Speaking of multiple things, SLI support isn’t available for the 4090, which means you’ll have to stick with a 30-series or 20-series GPU if you want more than one graphics card in your machine.

The max heat tolerance of the 3090 Ti and 3090 Ti is slightly better than the 4090, but it’s impressive that the 4090 boasts greater performance albeit with the same power requirements as the 3090 Ti. That said, opt for the 3090 or 2080 Ti if you’re using a 750W or 650W power supply.


Nvidia GeForce RTX 4080 vs 3080 vs 2080 Super vs 2080

This comparison is a lot more straightforward as there are applicable graphics cards for the 4080, 3080 and 2080. Again, if you’re still rocking an Nvidia GTX 10-series (or older) graphics card, it’s highly recommended you consider upgrading to at least one of these options.

These graphics cards are cheaper than the top-tier models from the three respective generations, but still offer plenty of performance. Let’s dive into the side-by-side spec comparison first.

Nvidia GeForce RTX 4080 vs 3080 vs 2080

GeForce RTX 4080 (16GB)
GeForce RTX 4080 (12GB)
GeForce RTX 3080 (12GB)
GeForce RTX 3080 (10GB)
GeForce RTX 2080 Super
GeForce RTX 2080
Launch RRP$2,219$1,659$1,439$1,139$1,209$1,199
Nvidia architectureAda LovelaceAda LovelaceAmpereAmpereTuringTuring
NVIDIA CUDA Cores9,7287,6808,9608,7043,0722,944
Boost clock2.51GHz2.61GHz1.71GHz1.71GHz1.82GHz1.8GHz
Base clock2.21GHz2.31GHz1.26GHz1.44GHz1.65GHz1.52GHz
Standard memory config16GB GDDR6X12GB GDDR6X12GB GDDR6X10GB GDDR6X8GB GDDR68GB GDDR6
Memory interface width256-bit192-bit384-bit320-bit256-bit256-bit
Ray Tracing Cores3rd-gen3rd-gen2nd-gen2nd-gen1st-gen1st-gen
Tensor Cores4th-gen4th-gen3rd-gen3rd-gen2nd-gen2nd-gen
SLI readyNoNoNoNoYesYes
Length304mmVaries by manufacturer285mm285mm267mm267mm
Width137mmVaries by manufacturer112mm112mm116mm116mm
Slot3-slotVaries by manufacturer2-slot2-slot2-slot2-slot
Maximum GPU temperature90°C90°C93°C93°C89°C88°C
Graphics card power320W285W350W320W250W225W
Required system power750W700W750W750W650W650W
Required power connectors3x PCIe 8-pin cables2x PCIe 8-pin cables2x PCIe 8-pin cables2x PCIe 8-pin cables1x PCIe 6-pin + 1x PCIe 8-pin1x PCIe 6-pin + 1x PCIe 8-pin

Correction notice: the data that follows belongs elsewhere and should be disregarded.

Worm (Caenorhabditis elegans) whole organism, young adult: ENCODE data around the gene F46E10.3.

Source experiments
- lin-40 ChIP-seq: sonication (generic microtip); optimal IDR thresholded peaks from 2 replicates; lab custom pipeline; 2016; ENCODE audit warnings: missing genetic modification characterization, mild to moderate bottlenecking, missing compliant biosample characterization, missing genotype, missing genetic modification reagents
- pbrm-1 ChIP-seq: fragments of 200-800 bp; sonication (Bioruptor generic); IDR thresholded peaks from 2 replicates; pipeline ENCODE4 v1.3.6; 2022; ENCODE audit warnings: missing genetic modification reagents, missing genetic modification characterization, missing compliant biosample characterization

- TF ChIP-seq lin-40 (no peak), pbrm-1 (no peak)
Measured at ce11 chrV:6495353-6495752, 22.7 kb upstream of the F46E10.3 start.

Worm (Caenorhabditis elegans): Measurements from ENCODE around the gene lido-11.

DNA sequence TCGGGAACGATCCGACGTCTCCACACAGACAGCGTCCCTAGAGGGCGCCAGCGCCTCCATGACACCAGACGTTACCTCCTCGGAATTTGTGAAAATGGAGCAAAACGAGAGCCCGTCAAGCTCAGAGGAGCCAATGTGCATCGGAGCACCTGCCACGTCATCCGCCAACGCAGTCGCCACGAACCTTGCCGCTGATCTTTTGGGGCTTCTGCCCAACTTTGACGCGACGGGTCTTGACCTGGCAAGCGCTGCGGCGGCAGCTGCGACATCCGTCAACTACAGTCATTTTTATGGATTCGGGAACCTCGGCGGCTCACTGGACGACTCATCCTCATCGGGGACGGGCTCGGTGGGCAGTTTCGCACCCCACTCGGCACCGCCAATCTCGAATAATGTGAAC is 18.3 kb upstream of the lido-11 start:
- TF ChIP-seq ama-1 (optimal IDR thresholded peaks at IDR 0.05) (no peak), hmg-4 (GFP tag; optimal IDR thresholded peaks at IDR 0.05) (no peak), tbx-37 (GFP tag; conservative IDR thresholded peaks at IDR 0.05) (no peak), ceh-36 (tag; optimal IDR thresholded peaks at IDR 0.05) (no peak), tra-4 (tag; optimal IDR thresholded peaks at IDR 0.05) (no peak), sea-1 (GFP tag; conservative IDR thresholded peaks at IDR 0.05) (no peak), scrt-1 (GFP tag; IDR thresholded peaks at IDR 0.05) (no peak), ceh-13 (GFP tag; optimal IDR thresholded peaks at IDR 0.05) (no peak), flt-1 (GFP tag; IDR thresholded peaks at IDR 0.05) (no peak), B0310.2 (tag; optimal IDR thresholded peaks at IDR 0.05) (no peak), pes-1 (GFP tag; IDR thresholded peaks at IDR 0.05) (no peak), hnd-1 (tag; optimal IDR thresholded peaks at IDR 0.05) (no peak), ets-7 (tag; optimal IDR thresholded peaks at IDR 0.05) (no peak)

Alternative power connectors1x 450W or greater PCIe Gen 5 cable1x 300W or greater PCIe Gen 5 cableNoneNoneNoneNone

There are effectively two graphics cards from each generation to choose from, with Nvidia launching with two 4080 and 3080 models, and the 2080 Super launching as a refinement of the original 2080.

In a straight CUDA Cores comparison, the best dollar-to-core performance comes from the 10GB version of the RTX 3080 (and that’s with its launch price). That said, expect measurable performance gains from the 4080 GPUs thanks to faster base and boost clocks, plus the latest generations of Tensor and Ray Tracing Cores. If you fancy SLI, you’ll have to jump right back to the 20-series, though.

As for the practicalities, the 3080 and 2080 graphics cards are more compact designs. If you want a smaller GPU, consider buying a 3080, especially because their retail prices continue to tumble. The maximum GPU temperature differences are negligible, but half of the GPUs compared need a 750W power supply. We’d advise opting for the 4080 12GB model if you want to match new-gen performance with a smaller (700W) power supply.


Nvidia RTX FAQs

Nvidia RTX is the starting moniker for the current and previous two generations of graphics cards. The ‘RTX’ part is linked to ray tracing, which offers realistic lighting and reflections in supported games.


Yes, Nvidia RTX graphics cards are better than Nvidia GTX graphics cards. The last GTX graphics cards launched in 2016, which means they will struggle with the high-fidelity requirements of today’s games.


Yes, an Nvidia GeForce RTX graphics card is worth buying today. Whether you choose a cheap 20-series model, a still-solid 30-series graphics card, or a new 40-series GPU, Nvidia GeForce RTX graphics cards offer great performance.

Nathan Lawrence
Written by
Nathan Lawrence
Nathan Lawrence has been banging out passionate tech and gaming words for more than 11 years. These days, you can find his work on outlets like IGN, STACK, Fandom, Red Bull and AusGamers. Nathan adores PC gaming and the proof of his first-person-shooter prowess is at the top of a Battlefield V scoreboard.

Related Articles